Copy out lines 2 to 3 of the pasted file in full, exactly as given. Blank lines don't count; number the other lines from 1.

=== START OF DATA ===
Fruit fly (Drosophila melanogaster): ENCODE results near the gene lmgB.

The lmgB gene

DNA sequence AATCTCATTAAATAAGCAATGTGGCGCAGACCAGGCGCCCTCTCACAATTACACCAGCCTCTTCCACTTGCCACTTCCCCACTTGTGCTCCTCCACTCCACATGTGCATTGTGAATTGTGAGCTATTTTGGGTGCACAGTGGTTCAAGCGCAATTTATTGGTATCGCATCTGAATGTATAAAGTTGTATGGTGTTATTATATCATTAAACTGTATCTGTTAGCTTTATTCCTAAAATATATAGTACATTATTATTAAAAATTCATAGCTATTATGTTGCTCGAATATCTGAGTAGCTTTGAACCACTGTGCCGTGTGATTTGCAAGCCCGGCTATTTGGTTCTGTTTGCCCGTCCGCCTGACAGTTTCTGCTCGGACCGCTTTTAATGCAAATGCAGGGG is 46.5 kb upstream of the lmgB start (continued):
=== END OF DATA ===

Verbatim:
The lmgB gene

DNA sequence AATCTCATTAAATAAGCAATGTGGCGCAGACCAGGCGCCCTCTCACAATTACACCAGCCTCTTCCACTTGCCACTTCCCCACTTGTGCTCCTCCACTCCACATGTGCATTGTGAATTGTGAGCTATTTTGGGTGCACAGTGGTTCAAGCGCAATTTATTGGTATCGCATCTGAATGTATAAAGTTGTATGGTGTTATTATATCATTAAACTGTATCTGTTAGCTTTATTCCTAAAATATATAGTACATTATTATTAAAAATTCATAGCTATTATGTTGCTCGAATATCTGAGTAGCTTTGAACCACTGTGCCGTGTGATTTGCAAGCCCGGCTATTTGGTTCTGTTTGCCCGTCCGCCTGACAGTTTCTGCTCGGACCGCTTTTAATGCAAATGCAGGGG is 46.5 kb upstream of the lmgB start (continued):